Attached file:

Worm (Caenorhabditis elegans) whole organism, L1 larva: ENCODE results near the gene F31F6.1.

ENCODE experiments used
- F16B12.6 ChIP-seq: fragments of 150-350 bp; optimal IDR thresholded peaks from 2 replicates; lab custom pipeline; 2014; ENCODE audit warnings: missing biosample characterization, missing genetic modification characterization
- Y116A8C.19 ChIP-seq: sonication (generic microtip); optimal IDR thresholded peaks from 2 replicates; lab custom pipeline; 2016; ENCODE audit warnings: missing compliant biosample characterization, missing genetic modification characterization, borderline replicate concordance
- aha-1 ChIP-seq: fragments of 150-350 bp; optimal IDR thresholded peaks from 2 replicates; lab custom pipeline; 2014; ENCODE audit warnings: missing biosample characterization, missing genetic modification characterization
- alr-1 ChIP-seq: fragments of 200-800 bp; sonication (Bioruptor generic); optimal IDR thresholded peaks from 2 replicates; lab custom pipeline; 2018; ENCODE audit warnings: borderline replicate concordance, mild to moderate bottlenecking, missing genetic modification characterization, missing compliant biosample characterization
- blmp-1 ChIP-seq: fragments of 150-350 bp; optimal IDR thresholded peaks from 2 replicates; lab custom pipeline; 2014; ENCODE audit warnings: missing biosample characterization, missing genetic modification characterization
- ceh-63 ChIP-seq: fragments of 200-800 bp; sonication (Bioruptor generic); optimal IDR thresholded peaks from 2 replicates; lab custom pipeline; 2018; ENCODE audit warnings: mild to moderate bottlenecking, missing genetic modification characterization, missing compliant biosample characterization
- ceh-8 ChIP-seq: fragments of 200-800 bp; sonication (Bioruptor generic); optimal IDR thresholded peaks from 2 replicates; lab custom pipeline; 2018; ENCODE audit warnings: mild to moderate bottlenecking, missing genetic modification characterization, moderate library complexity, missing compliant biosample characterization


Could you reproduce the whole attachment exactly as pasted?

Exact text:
Worm (Caenorhabditis elegans) whole organism, L1 larva: ENCODE results near the gene F31F6.1.

ENCODE experiments used
- F16B12.6 ChIP-seq: fragments of 150-350 bp; optimal IDR thresholded peaks from 2 replicates; lab custom pipeline; 2014; ENCODE audit warnings: missing biosample characterization, missing genetic modification characterization
- Y116A8C.19 ChIP-seq: sonication (generic microtip); optimal IDR thresholded peaks from 2 replicates; lab custom pipeline; 2016; ENCODE audit warnings: missing compliant biosample characterization, missing genetic modification characterization, borderline replicate concordance
- aha-1 ChIP-seq: fragments of 150-350 bp; optimal IDR thresholded peaks from 2 replicates; lab custom pipeline; 2014; ENCODE audit warnings: missing biosample characterization, missing genetic modification characterization
- alr-1 ChIP-seq: fragments of 200-800 bp; sonication (Bioruptor generic); optimal IDR thresholded peaks from 2 replicates; lab custom pipeline; 2018; ENCODE audit warnings: borderline replicate concordance, mild to moderate bottlenecking, missing genetic modification characterization, missing compliant biosample characterization
- blmp-1 ChIP-seq: fragments of 150-350 bp; optimal IDR thresholded peaks from 2 replicates; lab custom pipeline; 2014; ENCODE audit warnings: missing biosample characterization, missing genetic modification characterization
- ceh-63 ChIP-seq: fragments of 200-800 bp; sonication (Bioruptor generic); optimal IDR thresholded peaks from 2 replicates; lab custom pipeline; 2018; ENCODE audit warnings: mild to moderate bottlenecking, missing genetic modification characterization, missing compliant biosample characterization
- ceh-8 ChIP-seq: fragments of 200-800 bp; sonication (Bioruptor generic); optimal IDR thresholded peaks from 2 replicates; lab custom pipeline; 2018; ENCODE audit warnings: mild to moderate bottlenecking, missing genetic modification characterization, moderate library complexity, missing compliant biosample characterization